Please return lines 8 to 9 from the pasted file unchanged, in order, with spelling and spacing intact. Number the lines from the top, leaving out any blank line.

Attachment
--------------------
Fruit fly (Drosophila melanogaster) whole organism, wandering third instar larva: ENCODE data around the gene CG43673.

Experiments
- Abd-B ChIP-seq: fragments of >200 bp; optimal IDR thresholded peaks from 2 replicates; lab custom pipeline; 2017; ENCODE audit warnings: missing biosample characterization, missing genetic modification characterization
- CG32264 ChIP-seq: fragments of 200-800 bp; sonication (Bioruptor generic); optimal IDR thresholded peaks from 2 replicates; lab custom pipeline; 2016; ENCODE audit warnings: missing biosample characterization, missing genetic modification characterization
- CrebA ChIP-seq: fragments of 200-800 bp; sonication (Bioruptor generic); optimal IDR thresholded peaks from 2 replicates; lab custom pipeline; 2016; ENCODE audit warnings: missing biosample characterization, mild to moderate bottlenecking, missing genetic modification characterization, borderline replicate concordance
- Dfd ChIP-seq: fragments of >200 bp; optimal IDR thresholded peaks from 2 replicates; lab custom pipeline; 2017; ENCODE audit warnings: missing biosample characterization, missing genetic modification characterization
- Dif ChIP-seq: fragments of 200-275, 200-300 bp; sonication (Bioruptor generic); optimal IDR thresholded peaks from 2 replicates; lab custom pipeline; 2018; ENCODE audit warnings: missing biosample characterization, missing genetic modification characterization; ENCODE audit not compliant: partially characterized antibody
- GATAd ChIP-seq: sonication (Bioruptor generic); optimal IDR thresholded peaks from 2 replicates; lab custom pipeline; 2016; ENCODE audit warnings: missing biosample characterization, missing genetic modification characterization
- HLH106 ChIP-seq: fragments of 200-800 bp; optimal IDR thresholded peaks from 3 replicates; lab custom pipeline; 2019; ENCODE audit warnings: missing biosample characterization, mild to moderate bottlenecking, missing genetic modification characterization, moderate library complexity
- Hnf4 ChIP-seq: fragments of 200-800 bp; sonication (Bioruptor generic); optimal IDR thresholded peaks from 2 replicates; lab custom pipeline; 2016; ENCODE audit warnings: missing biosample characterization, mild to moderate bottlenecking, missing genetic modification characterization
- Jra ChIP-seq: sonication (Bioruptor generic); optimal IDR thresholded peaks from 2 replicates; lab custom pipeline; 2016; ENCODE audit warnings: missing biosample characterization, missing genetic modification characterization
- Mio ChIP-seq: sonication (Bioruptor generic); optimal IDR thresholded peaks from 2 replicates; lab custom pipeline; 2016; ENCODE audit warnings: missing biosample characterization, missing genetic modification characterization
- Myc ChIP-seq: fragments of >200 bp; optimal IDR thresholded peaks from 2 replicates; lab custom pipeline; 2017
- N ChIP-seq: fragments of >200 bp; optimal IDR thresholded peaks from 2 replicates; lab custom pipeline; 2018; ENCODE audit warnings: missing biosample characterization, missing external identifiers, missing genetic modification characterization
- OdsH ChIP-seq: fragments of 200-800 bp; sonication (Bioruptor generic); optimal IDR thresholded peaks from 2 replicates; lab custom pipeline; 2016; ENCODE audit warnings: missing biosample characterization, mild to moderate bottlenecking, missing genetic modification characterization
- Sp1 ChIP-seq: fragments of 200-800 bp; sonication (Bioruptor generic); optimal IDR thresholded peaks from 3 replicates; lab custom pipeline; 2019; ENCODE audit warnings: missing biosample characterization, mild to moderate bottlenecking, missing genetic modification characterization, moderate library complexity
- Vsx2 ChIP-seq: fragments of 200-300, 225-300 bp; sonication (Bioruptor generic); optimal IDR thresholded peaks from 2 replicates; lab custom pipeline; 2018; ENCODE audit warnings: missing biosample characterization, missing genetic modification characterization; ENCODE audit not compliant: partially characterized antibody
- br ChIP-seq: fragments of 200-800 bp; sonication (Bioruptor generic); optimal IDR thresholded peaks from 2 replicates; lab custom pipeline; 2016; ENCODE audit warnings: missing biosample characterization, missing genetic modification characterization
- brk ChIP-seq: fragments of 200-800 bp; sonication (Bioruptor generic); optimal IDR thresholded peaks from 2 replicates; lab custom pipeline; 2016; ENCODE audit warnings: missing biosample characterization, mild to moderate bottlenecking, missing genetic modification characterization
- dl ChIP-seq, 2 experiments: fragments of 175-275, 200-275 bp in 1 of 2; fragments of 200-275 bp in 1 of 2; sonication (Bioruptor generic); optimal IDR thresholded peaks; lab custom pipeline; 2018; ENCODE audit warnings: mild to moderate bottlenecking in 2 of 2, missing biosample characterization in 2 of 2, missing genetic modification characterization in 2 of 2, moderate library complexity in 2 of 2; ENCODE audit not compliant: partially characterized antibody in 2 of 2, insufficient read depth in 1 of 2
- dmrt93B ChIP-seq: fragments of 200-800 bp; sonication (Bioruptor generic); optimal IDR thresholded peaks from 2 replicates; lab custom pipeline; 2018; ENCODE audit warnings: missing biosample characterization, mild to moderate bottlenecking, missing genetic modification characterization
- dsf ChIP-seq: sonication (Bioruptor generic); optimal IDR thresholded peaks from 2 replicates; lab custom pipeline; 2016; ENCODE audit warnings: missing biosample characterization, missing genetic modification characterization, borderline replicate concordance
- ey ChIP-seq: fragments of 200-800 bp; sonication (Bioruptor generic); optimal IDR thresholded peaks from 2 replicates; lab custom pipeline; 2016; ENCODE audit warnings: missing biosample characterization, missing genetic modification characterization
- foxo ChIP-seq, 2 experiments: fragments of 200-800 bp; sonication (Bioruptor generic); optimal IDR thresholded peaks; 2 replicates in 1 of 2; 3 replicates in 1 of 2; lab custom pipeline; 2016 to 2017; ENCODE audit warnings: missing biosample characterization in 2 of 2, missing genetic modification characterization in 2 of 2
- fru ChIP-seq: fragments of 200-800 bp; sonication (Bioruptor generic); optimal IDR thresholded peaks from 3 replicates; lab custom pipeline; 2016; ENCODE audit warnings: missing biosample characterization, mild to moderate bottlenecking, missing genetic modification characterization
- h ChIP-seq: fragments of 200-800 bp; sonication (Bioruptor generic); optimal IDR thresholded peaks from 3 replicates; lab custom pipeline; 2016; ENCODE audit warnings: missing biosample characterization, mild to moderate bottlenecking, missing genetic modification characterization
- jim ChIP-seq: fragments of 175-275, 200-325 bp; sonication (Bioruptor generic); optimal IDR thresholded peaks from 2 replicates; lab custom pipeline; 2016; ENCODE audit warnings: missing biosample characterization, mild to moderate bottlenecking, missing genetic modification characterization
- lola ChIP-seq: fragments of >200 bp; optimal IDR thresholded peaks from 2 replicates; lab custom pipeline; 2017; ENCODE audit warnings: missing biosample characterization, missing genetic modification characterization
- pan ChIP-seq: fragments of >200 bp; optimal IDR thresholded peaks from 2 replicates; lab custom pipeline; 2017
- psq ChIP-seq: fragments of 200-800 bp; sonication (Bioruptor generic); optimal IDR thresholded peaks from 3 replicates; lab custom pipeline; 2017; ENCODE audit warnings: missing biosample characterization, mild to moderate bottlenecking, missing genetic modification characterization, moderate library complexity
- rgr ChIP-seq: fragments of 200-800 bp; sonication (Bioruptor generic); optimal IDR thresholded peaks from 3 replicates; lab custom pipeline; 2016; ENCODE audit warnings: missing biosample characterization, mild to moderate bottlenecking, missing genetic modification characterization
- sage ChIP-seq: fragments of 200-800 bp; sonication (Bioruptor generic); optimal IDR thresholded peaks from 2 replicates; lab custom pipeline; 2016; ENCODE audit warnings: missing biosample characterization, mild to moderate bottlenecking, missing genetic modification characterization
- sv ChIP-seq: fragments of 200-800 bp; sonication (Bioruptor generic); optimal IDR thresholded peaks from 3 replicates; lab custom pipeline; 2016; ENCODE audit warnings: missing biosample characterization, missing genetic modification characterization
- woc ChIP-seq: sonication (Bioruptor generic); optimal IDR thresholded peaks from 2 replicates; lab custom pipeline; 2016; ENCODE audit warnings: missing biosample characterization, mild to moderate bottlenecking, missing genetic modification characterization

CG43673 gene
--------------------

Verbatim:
- GATAd ChIP-seq: sonication (Bioruptor generic); optimal IDR thresholded peaks from 2 replicates; lab custom pipeline; 2016; ENCODE audit warnings: missing biosample characterization, missing genetic modification characterization
- HLH106 ChIP-seq: fragments of 200-800 bp; optimal IDR thresholded peaks from 3 replicates; lab custom pipeline; 2019; ENCODE audit warnings: missing biosample characterization, mild to moderate bottlenecking, missing genetic modification characterization, moderate library complexity